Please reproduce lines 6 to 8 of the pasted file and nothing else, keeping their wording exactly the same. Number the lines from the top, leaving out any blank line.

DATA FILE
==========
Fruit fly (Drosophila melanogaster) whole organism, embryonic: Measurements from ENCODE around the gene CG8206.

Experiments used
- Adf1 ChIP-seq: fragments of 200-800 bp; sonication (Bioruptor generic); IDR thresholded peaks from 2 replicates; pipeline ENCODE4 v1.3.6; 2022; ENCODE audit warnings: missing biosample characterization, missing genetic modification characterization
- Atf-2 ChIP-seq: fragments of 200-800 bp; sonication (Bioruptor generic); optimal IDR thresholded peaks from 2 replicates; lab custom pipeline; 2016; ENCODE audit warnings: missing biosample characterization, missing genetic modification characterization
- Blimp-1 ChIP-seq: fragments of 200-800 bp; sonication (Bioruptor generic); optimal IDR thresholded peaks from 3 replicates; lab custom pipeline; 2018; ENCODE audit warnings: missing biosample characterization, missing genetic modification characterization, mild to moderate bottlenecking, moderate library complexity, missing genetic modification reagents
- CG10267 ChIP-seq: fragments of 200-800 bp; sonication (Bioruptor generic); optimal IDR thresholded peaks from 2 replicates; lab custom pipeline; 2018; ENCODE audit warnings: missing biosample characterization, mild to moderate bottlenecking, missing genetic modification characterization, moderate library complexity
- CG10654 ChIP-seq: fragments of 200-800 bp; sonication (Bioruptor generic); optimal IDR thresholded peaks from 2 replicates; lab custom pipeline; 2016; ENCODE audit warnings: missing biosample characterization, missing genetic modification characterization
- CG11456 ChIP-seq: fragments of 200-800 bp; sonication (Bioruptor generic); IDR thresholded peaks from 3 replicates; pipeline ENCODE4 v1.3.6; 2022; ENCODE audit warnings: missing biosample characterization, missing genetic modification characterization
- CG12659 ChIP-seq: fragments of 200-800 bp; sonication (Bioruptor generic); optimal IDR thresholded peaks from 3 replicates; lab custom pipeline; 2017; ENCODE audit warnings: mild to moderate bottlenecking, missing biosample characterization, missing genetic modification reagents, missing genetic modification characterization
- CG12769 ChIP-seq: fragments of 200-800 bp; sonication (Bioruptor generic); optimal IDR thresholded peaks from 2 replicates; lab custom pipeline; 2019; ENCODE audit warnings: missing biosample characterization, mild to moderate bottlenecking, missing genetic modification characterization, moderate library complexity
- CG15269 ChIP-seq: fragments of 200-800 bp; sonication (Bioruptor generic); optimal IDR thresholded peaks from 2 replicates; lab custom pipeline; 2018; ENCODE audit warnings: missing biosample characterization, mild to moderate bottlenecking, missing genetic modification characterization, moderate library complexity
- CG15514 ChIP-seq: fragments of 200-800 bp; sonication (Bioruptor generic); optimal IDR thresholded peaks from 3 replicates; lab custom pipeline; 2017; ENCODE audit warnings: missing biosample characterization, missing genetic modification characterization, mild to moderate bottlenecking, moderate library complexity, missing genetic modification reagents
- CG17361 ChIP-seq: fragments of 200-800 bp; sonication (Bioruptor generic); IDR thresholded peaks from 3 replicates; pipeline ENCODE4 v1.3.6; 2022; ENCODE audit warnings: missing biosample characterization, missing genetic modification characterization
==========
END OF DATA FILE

- CG10267 ChIP-seq: fragments of 200-800 bp; sonication (Bioruptor generic); optimal IDR thresholded peaks from 2 replicates; lab custom pipeline; 2018; ENCODE audit warnings: missing biosample characterization, mild to moderate bottlenecking, missing genetic modification characterization, moderate library complexity
- CG10654 ChIP-seq: fragments of 200-800 bp; sonication (Bioruptor generic); optimal IDR thresholded peaks from 2 replicates; lab custom pipeline; 2016; ENCODE audit warnings: missing biosample characterization, missing genetic modification characterization
- CG11456 ChIP-seq: fragments of 200-800 bp; sonication (Bioruptor generic); IDR thresholded peaks from 3 replicates; pipeline ENCODE4 v1.3.6; 2022; ENCODE audit warnings: missing biosample characterization, missing genetic modification characterization